The art of the landscape photograph was first pioneered in this country by the likes of Timothy O'Sullivan and Carleton E. Watkins, who carried their cumbersome equipment and wet plates to the Western frontier. It was refined by a second generation of artists, led by Ansel Adams, Eliot Porter, and Minor White, whose legacy was passed on to - and further refined by - a third generation: most notably by artists like Paul Caponigro. In this fine selection, his first book in six years, he has selected images from the work done in New England over the past quarter century.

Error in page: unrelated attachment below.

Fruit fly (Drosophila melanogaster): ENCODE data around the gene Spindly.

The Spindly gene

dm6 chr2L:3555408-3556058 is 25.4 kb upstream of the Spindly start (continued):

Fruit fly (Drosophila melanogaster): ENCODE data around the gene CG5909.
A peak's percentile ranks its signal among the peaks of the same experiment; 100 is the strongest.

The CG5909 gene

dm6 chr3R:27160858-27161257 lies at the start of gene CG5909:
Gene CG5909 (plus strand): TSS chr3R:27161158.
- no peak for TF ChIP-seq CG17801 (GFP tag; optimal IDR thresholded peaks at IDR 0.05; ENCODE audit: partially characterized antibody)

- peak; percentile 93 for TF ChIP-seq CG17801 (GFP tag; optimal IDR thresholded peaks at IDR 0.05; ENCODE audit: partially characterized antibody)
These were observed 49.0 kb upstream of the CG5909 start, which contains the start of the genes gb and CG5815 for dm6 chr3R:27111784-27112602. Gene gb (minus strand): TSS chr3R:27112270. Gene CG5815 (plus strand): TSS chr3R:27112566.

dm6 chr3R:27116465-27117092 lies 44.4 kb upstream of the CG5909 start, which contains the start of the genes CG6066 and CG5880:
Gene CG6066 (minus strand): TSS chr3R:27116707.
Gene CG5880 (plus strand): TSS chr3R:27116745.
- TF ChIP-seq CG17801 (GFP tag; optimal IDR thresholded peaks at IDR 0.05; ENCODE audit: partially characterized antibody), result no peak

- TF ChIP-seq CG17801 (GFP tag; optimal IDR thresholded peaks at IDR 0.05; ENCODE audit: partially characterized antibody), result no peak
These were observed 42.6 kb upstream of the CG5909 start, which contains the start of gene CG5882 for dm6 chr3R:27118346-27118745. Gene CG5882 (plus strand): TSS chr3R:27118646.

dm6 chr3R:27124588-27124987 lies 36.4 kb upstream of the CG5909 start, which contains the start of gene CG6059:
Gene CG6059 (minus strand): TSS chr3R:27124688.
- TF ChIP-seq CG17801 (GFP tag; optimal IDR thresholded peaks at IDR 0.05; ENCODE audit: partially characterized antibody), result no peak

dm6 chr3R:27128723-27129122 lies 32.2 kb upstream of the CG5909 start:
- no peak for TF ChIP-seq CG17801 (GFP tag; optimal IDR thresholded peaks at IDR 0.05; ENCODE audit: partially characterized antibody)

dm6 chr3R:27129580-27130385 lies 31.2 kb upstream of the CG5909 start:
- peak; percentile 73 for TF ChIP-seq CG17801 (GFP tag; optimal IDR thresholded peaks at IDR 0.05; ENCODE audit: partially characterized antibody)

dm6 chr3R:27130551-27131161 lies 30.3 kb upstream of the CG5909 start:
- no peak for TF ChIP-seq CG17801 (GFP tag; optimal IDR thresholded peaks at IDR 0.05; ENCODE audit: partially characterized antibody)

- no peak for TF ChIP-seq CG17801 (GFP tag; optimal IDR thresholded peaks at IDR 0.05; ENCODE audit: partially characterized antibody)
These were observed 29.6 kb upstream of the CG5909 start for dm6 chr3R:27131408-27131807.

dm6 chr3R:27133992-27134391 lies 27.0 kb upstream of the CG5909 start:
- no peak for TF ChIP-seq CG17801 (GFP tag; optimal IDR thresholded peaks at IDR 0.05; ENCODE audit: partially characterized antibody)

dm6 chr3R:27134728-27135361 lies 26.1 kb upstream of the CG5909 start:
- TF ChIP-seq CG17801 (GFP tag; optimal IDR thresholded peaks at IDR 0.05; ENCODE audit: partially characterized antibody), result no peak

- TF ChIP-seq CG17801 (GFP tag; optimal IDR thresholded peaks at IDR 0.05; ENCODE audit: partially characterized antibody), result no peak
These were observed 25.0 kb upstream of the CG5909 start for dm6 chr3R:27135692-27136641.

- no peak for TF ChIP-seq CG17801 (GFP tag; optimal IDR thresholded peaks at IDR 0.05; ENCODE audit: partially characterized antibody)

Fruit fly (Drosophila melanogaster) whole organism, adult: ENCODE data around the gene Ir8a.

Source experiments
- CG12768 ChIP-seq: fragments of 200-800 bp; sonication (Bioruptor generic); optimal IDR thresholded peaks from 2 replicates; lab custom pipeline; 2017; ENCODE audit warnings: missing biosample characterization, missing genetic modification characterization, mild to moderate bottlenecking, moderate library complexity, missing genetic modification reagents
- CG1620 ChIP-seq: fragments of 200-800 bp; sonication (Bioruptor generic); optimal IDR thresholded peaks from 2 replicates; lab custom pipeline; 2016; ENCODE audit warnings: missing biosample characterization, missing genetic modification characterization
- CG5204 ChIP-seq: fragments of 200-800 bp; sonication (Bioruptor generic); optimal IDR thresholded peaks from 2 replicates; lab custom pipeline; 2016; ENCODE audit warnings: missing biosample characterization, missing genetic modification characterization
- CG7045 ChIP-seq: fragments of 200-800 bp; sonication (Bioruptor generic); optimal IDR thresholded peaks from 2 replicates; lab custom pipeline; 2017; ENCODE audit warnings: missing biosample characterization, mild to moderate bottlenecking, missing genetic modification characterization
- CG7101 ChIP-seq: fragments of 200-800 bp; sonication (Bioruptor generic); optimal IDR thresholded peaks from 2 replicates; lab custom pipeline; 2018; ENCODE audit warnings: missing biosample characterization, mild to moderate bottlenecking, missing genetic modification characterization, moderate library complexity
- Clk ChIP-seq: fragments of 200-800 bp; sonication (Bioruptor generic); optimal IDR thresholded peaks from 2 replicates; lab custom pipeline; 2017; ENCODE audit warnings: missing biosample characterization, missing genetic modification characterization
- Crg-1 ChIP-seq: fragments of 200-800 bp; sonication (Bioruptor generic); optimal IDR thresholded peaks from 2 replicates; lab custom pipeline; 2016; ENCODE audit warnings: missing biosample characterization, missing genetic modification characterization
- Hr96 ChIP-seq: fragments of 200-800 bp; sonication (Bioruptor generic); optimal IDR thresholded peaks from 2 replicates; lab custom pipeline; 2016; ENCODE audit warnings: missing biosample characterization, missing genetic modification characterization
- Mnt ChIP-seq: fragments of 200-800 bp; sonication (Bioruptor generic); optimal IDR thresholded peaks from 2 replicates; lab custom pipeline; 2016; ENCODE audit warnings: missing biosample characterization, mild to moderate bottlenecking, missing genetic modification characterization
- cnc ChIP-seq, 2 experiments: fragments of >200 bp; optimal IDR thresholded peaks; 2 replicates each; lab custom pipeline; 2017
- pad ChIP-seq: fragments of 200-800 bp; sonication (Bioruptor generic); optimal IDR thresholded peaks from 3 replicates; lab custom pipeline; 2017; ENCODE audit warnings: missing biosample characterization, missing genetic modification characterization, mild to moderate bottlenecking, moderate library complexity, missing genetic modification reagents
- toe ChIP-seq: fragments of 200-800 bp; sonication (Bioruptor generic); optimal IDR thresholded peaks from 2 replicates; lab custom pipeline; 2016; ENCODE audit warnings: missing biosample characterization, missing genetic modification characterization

It is work that is as unmistakable as a Scarlatti sonata or a Bach fugue: pure, precise, visceral and premeditated. It is work showing not only surpassing technical skills, (which would be expected in any case from a photographer with this provenance) but also a genius for perfect framing; a patience to await precisely the right light; a profound understanding of what landscape tells us about ourselves and the places we live. These images are profoundly New England: birch trees covered with winter snow; the stark sea coast of Maine; quiet, deserted, slightly disheveled fields. But they examine the particular as well as the general; the shape of a maple leaf, the intricacies of seashells, the contours of stones. Caponigro is a master, an exponent of a continuum that stretches back to the nineteenth century and, in his hands, extends into the future.